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View Full Version : help with alpine/ebay



thai_creeper
04-01-2006, 12:57 PM
im lookin for either an alpine 9815 or 9835, anyone care to mention why i should get one over the other? is one more reliable(since im gettin it used and no warranty)? asking because i see another thread about the screen on a 9855 goin out..anyways i take it the only difference is the biolite display? okay and the question about ebay is if i see different people bid on it but they bid on top of themselves..what's the point of that? at first assumed it was the sellers friends trying to bring up the selling price..true/not true? thanks for any help. (btw, what do you guys think about 200 for a good condition 9815? good/okay/not so good deal?)

Prowler573
04-01-2006, 01:13 PM
im lookin for either an alpine 9815 or 9835, anyone care to mention why i should get one over the other? is one more reliable(since im gettin it used and no warranty)? asking because i see another thread about the screen on a 9855 goin out..anyways i take it the only difference is the biolite display? okay and the question about ebay is if i see different people bid on it but they bid on top of themselves..what's the point of that? at first assumed it was the sellers friends trying to bring up the selling price..true/not true? thanks for any help. (btw, what do you guys think about 200 for a good condition 9815? good/okay/not so good deal?)

I can't help much with the differences between one Alpine or the other as I am a die-hard Kenwood eXcelon fan.

The eBay I might be able to give a bit of insight into, though...

eBay's bidding system is called a proxy bidding system meaning that you can bid any amount you want/need to but eBay's automated system will only use as much of that bid as is necessary to get a step ahead of the highest underbidder. (ergo ~ you may place a bid of $300 on an item but if the highest bidder before you only bid $90 then eBay will only use $91 of your $300 to get ahead of the other guy)

Some people will place a bid ten upon further consideration of said bid decide that it wasn't high enough and they will go back in and rebid (sometimes several times before they quit) to raise the maximum amount of their proxy. If a single individual is the highest bidder and goes back in and rebids, rebids, and rebids again all they have done is tell eBay's proxy system to change the maximum amount that it is allowed to bid for them. It will not change the actual high bid as you cannot outbid yourself within the eBay format (I wouldn't suggest trying this in a live, "Going, Going, Gone!' type of setup, however....)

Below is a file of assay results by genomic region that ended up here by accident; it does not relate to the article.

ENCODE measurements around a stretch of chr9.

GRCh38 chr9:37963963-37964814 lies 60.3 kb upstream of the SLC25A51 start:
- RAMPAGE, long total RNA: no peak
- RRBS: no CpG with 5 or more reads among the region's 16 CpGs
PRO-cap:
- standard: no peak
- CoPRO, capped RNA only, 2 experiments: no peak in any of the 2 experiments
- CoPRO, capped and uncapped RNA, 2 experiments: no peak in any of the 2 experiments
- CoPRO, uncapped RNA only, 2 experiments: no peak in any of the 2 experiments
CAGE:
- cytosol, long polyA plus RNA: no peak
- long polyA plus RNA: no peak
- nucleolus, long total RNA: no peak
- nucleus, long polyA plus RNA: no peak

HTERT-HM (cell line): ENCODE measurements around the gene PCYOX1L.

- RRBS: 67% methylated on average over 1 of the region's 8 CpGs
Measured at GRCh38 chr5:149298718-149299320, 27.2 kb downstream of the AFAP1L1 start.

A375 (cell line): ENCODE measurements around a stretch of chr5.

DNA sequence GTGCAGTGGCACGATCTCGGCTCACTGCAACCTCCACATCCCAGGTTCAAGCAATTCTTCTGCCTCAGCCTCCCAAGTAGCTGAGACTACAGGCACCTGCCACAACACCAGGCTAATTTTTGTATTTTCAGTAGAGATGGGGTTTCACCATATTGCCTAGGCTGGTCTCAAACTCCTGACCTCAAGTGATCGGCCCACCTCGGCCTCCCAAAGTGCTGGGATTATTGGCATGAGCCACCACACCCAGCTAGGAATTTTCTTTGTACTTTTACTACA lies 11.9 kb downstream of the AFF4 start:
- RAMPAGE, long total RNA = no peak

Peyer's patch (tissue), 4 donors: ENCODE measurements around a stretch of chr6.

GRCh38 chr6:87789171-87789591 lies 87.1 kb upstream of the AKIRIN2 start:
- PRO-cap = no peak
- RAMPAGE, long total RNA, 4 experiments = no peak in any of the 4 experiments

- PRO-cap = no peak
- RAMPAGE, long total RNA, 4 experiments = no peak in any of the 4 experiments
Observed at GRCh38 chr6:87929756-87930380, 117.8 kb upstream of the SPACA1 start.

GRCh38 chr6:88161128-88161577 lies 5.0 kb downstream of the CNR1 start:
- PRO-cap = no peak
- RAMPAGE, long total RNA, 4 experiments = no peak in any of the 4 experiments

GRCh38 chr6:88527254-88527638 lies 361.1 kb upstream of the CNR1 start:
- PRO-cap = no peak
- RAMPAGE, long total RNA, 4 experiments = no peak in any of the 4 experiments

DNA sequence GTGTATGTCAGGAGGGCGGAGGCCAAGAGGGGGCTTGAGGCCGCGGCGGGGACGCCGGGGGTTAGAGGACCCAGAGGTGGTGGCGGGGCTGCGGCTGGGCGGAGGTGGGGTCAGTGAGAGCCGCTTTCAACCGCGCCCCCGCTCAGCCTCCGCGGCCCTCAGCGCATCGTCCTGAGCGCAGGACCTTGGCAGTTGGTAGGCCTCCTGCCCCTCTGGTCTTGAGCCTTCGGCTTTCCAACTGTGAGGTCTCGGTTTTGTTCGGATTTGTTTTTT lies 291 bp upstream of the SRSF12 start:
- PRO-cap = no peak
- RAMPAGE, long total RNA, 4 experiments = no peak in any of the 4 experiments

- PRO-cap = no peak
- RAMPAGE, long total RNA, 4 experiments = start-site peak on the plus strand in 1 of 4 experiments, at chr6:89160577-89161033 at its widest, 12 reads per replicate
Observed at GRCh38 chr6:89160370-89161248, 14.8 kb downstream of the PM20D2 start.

If two or more people have gotten into a bidding war (never a good idea as your emotional reactions to such a thing can easily overload your finances before you know what has happened) then you might see the high bid raise substantially in a very short period of time. I snipe bid myself, which is a somewhat controversial practice of waiting until the final 10 seconds of a listing before placing a bid thus eliminating the possibility of someone making a reactionary bid just to get back ahead of me.

Bid shilling, or placing a false bid on a listing to artificially raise the bids to a preferred level, does happen. If you do your research more often than not it's fairly easy to catch. Generally you'll see it on big-ticket items and the shill bidders will be the same usernames bidding on a certain seller's items continually but somehow managing to never win an item. Heaps of bids from brand-new usernames is a tipoff as well.

eBay can be a crapshoot if you do not do your reasearch first. I am very, very picky about with who and how I conduct business on eBay and that pickiness has served me well thus far as I have *knock on wood* never been scammed once to this point.

FoxPro5
04-01-2006, 01:14 PM
(btw, what do you guys think about 200 for a good condition 9815? good/okay/not so good deal?)

That would constitute an average good deal in my book....that HU is like 3-4 years old now (probably a $500 deck in it's day)....so if it's in great shape then do it.

FoxPro5
04-01-2006, 01:16 PM
I can't help much with the differences between one Alpine or the other as I am a die-hard Kenwood eXcelon fan.

The eBay I might be able to give a bit of insight into, though...

eBay's bidding system is called a proxy bidding system meaning that you can bid any amount you want/need to but eBay's automated system will only use as much of that bid as is necessary to get a step ahead of the highest underbidder. (ergo ~ you may place a bid of $300 on an item but if the highest bidder before you only bid $90 then eBay will only use $91 of your $300 to get ahead of the other guy)